The Bomb Squad

We started to walk to the stage and noticed a bunch of cops and military types floating around the venue.  Now if I see cops around and I’m DJing in Thailand its time to keep a low profile, in Malaysia or at least Langkawi they at least seem to have a genuine interest in keeping you safe.


It turns out that they were there due to a bomb threat.  These are fairly common on the island which is coping with being conservative and Muslim while dealing with an influx of secular tourists who wish to party. The official reason for the threat was that they were probably offended by party goers in skimpy clothes and the like drinking booze and partying on the beach, but I think it has more in common with the bomb threats you get at uni whenever theres an exam, they just didn’t want to go to work that day.  Everything was checked, they found the person who called it in, and it was a false alarm, so we got to partying.

I played a set of classic house and garage to warm up the crowd while Guy played more of a tech house set.  At its peak we had somewhere around 1000 people on the beach before we had to shut down at 1am.  We wanted to keep going, but due to cops being on site, everyone thought it was best to obey the local closing times.  We closed everything down while the crowd was yelling at us for one more track, to keep going etc and luckily had security to look after us.  I had a yarn with one of the cops who asked me an unexpected questions “Did I play paintball” – it turns out he recognised me from last years Paintball World Cup Asia on the island.  Apparently the ginger beard was memorable.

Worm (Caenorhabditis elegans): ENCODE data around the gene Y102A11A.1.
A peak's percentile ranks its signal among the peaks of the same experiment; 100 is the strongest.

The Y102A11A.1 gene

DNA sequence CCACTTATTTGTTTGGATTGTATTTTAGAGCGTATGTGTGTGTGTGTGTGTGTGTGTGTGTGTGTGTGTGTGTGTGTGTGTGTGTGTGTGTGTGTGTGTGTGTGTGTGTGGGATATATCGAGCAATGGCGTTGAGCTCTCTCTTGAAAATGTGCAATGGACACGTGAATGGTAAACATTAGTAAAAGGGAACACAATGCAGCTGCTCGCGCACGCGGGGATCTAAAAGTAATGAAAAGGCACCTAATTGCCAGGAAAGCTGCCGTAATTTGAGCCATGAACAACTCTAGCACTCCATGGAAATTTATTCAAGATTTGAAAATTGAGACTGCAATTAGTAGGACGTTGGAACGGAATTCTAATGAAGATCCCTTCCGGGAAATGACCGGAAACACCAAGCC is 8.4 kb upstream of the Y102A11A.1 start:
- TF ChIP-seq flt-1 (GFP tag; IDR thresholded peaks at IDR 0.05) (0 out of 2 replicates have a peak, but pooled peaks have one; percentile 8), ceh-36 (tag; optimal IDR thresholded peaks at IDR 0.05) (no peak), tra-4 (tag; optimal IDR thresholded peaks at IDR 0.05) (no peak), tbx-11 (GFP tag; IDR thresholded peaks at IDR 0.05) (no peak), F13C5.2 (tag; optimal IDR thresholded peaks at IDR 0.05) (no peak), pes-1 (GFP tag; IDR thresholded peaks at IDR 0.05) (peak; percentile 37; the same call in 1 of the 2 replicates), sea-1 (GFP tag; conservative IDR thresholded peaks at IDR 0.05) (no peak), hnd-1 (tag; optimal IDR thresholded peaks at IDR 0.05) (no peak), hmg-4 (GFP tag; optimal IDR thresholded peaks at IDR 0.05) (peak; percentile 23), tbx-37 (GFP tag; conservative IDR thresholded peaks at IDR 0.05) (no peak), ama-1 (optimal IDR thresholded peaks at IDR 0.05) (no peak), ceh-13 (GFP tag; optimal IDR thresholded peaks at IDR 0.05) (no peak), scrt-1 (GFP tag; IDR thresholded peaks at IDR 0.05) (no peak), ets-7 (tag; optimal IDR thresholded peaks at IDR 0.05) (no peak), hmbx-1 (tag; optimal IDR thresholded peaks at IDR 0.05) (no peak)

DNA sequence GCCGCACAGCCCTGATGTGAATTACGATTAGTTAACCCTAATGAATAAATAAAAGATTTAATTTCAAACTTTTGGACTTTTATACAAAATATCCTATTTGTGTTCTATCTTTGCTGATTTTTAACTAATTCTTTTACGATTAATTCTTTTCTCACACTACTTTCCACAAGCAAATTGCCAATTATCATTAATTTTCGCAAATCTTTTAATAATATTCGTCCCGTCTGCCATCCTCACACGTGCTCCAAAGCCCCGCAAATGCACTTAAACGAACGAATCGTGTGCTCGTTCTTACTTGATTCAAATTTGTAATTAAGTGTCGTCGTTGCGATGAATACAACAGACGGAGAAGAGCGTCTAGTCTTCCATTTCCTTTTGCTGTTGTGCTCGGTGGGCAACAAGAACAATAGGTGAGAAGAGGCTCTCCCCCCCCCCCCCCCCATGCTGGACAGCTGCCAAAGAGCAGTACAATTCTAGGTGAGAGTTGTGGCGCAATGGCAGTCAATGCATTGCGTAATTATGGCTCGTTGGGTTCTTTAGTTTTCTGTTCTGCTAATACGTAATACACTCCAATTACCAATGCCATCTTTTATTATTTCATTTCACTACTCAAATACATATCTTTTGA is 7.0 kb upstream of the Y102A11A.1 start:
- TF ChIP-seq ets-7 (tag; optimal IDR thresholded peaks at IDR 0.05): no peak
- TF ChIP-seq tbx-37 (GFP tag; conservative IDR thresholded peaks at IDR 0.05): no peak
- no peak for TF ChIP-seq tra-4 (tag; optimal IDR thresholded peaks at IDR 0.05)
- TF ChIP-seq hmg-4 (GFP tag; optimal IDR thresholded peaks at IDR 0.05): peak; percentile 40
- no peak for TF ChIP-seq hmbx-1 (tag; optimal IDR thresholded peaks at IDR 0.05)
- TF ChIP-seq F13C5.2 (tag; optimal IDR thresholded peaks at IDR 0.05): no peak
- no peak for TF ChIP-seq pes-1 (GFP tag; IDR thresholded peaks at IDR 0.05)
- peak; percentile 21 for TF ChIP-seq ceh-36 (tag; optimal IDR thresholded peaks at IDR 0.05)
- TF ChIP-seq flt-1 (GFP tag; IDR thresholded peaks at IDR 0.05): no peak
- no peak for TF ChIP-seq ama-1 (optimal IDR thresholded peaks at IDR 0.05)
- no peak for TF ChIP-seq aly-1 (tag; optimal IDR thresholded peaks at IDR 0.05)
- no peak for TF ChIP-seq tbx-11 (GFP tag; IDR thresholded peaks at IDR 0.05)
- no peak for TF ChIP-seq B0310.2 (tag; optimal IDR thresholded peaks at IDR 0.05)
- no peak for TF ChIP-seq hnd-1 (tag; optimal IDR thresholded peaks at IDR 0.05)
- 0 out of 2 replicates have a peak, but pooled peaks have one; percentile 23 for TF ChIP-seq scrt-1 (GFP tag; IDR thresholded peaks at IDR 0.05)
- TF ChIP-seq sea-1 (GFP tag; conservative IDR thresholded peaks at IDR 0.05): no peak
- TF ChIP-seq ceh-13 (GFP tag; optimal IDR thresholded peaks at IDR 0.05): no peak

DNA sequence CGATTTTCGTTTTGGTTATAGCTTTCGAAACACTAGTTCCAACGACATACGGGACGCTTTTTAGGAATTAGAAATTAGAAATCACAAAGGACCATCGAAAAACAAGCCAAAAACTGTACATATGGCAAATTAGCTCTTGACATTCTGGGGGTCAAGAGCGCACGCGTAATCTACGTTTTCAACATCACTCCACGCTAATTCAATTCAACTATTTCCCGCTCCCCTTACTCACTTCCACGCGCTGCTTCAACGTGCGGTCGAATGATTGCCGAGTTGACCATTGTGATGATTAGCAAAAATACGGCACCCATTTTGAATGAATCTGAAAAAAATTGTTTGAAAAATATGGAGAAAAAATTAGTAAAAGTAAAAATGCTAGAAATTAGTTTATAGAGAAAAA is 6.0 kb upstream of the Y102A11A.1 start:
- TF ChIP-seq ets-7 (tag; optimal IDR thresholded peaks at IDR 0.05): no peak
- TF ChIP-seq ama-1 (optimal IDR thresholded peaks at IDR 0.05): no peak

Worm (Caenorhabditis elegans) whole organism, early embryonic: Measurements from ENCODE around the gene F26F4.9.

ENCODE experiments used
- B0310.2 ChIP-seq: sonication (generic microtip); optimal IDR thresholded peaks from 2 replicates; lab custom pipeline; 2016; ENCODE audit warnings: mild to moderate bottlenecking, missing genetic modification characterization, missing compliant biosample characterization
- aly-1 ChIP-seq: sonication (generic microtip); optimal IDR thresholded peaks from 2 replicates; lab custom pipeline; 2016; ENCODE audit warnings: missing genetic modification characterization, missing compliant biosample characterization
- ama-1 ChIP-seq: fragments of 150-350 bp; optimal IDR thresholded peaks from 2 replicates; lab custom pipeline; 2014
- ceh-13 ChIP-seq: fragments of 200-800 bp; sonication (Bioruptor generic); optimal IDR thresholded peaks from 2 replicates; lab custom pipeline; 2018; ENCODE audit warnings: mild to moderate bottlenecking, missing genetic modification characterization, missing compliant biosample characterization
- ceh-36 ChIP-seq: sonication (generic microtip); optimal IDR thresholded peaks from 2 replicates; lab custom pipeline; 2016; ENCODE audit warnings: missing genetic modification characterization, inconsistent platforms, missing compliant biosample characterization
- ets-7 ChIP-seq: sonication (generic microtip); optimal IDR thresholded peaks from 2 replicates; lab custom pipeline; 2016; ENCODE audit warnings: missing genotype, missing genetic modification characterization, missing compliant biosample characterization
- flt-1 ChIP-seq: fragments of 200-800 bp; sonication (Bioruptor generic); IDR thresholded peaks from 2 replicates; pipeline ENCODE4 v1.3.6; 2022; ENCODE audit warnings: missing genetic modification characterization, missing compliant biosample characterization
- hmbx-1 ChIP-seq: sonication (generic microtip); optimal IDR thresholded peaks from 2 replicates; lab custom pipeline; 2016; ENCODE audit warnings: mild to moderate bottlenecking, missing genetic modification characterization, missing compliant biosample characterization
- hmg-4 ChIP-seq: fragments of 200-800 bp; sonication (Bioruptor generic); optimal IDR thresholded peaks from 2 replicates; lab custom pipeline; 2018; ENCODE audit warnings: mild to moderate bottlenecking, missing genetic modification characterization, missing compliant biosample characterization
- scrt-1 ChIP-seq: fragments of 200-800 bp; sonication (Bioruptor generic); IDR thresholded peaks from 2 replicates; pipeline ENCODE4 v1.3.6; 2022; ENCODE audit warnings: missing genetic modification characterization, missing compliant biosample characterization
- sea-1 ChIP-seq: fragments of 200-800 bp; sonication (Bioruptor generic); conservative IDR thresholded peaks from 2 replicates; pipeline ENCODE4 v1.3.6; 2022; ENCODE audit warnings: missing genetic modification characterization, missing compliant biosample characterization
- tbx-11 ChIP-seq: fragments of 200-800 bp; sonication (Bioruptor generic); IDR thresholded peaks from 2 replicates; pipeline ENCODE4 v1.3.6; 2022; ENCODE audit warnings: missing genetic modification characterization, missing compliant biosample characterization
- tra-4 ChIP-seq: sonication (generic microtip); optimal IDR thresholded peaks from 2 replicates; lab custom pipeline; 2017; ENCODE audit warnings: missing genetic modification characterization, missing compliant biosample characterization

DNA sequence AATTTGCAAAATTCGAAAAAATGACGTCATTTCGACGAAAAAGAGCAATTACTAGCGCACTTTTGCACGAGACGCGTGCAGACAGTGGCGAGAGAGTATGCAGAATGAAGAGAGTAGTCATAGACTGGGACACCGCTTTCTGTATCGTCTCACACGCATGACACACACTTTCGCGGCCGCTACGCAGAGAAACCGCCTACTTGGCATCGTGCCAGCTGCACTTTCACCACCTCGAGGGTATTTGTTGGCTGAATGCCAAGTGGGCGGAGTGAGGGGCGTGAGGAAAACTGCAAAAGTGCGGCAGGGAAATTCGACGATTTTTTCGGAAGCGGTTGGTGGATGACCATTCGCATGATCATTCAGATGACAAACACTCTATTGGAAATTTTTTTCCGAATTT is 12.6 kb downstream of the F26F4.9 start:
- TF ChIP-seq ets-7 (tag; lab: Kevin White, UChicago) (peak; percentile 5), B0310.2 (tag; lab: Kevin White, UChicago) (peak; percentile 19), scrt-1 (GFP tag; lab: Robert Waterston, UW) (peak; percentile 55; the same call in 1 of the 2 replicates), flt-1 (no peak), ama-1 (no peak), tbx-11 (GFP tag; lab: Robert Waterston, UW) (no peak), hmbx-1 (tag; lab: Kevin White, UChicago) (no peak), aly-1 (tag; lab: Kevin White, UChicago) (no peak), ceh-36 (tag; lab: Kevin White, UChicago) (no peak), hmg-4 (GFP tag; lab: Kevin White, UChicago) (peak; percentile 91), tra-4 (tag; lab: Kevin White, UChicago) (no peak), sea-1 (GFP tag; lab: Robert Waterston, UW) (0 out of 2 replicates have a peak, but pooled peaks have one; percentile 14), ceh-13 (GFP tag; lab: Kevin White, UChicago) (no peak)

So, we piled into a card and off we went in search of an after party.  We were of course by this stage wildly drunk.   We turned up at some dive reggae bar playing atrocious hip hop at the time and plugged in while someone trainwrecked tunes in virtual DJ.  It turns out that despite us telling everyone to come to the after party, noone knew where it was, and couldn’t be bothered, and as quickly as we turned up we were gone, and off to the organisers choice of bar, Sun Bar.

Sun Bar

This place was a shithole.  The second we got in my partner in crime started dropping the C bomb everywhere, and we got foul looks from the 100 plus Bangladeshi migrant workers who were desperately try pick up anything remotely female with a pulse (at last count there might have been three women in the bar).  Once again we thought discretion was the better part of valour, and exited the building, but not without me accidentally knocking some drunk malay mafioso type dude onto the ground when opening the heavy front door.

The Aftermath

We woke up in the five star hotel room to a basket full of fruit, complementary booze and nuts, that and a massive hangover.  The day was spent getting lost while driving around the Island before giving up and going back to the hotel room.  To quote Guy “If you’ve seen one fucking South East Asian island you’ve seen them fucking all”.  The rest of the day was spent watching a pirated copy of Hangover III on the big screen, before once again making the most of the complementary food and bar tab.


The next day we were back on the ferry, into Thailand with a freshly renewed 15 day stamp (I didn’t have a visa at the time as I was waiting for the paperwork for my Non-B visa and work permit to get processed) and praying that the car would start.  The car gods favoured us once again and we were on the road.  Luckily the trip was less eventful, possible thanks to the numerous flower garlands we hung on the rear view mirror for luck, and we made it to Surat Thani in one piece.  We drove the car back onto the ferry and three hours later we were once again back home in Koh Phangan.


The Definitive Koh Phangan Party Guide – From Someone Who Lived There